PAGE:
Mergin Maps facilitates conservation in the UK.
Robbie Still, Digital Transformation Officer at Kent Wildlife Trust, specialises in using modern technology to innovate conservation work in the UK. A key element of this is GIS, and improving the interface between in-field recording and data analysis. For this, Mergin Maps has been key tool in the monitoring and coordination of one of the largest and most ambitious Wilding projects in the UK.
The app has been used across various reserves by Kent Wildlife Trust, but principally in the Wilder Blean project, which takes place in one of the largest areas of ancient woodland in the UK. Lack of woodland management is one of the eight biggest drivers of species’ decline, and Wilder Blean aims to bring transformational change through a controlled trial with bison; a missing keystone species that is able to naturally manage woodlands.
European bison are being used in this project because they are ecosystem engineers; they are able to change their environment through their natural behaviours. Bison can change woodlands in a way that no other animal can. They eat bark and create dust baths, both of which have benefits for many plants and animals. These functions have been missing from our UK woodlands for thousands of years and bringing them back can help restore an abundance of wildlife.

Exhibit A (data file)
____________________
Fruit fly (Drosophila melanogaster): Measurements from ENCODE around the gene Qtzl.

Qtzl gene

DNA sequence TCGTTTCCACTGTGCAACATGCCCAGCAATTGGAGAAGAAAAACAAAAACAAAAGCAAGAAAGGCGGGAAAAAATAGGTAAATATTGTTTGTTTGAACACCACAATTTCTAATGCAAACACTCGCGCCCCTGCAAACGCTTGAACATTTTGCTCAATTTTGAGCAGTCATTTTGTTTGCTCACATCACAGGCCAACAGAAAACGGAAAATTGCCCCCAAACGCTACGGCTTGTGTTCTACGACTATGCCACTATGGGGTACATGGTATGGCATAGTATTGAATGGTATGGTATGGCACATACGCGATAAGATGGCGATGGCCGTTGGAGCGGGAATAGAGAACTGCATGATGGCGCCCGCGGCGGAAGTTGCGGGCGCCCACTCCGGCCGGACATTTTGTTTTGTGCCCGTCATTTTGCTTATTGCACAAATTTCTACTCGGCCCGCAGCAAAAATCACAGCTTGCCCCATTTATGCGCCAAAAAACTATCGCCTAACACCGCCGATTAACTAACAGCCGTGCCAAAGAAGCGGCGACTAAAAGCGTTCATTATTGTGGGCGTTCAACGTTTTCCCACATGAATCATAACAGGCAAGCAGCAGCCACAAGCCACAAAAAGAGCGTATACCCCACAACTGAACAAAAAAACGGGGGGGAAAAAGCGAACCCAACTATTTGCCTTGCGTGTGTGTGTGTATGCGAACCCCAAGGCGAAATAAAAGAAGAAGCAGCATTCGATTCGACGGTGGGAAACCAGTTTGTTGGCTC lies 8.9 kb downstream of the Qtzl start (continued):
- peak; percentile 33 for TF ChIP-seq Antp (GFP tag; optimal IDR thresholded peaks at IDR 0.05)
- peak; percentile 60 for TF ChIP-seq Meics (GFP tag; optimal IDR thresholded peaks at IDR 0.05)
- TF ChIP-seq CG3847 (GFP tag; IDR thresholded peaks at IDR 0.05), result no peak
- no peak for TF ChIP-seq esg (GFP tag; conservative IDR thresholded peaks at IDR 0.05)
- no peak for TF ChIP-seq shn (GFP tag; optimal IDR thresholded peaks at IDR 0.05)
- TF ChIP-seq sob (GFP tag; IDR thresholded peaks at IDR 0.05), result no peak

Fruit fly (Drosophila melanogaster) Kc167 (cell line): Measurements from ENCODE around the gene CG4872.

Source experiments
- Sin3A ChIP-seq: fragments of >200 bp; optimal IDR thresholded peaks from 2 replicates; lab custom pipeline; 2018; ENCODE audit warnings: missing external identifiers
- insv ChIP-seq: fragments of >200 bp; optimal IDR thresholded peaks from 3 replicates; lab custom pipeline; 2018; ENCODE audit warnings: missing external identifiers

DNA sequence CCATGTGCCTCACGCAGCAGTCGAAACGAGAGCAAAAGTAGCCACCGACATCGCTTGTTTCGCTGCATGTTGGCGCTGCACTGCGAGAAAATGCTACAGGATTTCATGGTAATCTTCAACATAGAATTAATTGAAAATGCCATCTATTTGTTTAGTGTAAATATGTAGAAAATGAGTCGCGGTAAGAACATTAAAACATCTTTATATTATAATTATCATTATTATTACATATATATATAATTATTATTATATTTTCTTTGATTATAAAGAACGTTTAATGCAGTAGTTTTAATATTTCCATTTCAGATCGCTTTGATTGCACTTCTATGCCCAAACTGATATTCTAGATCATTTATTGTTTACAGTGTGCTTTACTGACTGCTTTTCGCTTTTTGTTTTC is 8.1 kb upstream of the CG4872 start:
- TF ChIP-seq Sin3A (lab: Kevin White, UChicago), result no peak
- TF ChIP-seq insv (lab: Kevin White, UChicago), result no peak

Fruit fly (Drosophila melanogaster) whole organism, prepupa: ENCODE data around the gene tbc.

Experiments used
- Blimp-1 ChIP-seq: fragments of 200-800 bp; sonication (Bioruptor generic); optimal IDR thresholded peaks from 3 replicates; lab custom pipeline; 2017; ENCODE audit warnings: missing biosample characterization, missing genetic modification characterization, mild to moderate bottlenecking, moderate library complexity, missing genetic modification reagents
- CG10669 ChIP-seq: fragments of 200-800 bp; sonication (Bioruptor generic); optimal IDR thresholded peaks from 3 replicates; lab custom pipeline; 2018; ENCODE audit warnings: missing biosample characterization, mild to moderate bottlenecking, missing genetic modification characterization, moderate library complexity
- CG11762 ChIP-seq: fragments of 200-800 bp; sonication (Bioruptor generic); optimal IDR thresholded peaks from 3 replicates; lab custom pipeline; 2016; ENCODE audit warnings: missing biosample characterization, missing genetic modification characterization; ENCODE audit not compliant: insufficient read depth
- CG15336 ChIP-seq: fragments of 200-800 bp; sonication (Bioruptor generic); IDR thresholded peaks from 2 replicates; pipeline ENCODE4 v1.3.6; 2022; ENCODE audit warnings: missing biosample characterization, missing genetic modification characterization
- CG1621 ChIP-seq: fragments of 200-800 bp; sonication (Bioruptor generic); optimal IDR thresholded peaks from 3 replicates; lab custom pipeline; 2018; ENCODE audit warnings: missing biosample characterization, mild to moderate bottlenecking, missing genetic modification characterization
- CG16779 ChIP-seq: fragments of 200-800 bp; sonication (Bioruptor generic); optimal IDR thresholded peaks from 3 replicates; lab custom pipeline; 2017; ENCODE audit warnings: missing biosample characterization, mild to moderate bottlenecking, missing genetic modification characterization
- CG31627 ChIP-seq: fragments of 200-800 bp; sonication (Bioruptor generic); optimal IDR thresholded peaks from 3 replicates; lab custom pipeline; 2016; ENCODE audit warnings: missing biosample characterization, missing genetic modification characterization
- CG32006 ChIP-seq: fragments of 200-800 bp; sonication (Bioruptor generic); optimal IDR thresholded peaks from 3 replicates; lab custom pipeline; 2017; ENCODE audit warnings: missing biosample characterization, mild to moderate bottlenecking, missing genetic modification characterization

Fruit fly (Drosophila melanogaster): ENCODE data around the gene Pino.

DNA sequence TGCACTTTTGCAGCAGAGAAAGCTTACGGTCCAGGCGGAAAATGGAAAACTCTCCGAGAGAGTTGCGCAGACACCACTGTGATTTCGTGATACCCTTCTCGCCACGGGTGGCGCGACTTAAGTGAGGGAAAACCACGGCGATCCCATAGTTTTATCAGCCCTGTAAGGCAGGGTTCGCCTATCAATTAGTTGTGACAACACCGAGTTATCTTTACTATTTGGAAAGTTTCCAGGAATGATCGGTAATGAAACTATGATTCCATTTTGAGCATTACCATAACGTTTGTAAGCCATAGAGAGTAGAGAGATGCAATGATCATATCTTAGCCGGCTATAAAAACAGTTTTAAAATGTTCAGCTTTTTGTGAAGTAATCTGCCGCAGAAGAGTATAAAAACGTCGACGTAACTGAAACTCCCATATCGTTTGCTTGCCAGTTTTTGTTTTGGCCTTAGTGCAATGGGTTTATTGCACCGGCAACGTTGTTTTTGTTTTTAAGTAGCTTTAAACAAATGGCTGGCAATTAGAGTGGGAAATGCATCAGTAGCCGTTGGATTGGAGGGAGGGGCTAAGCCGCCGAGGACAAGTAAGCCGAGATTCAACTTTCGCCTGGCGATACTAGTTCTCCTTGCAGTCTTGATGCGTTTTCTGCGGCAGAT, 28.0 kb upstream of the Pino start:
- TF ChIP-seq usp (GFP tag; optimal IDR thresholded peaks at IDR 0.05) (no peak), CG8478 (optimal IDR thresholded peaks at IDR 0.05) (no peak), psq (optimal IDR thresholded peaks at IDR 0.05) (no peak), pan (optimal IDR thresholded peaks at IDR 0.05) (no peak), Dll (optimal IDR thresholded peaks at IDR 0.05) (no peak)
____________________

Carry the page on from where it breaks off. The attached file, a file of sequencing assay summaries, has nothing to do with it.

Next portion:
There have been two major applications of the Mergin Maps app at the site. The first is for its intended purpose – data collection! Kent Wildlife Trust are taking an evidence-led, scientific approach to the project, and so collecting data regularly is vital. Teams of volunteers have been using the to monitor the presence of invasive species, foodplants for a particularly rare butterfly and for signs of deer. Grid squares are colour-coded, depending on the volunteer assigned to that square. Squares will turn to black, once data are entered, ensuring a record of which squares are still to be surveyed. This process is managed by KWT’s Wilding Evidence Ecologist, Kora Kunzmann, while Robbie manages the data as they come in from the surveyors. This process will be repeated each year, therefore hopefully an improvement in biodiversity metrics will be seen as the Bison begin to have an effect on the site.
The site is challenging to work with in some respects, particularly regarding the lack of mobile signal and internet. App’s ability to pre-load layers and remain active offline has proved useful in aiding the UK’s first Bison rangers, Tom Gibbs and Donovan Wright, as well as the Area Manager and Warden, to navigate the site and record infrastructural changes and issues. To ensure the safety of the Bison, fences must be added to the site. Being able to view land parcel boundaries (where ownership of the land changes) within the app has been invaluable in organising this. Infrastructural layers, such as the location of public rights of way, allow the team to navigate the site easily. Even simply marking where mobile signal/internet is present has been useful, in case the team need to make a call!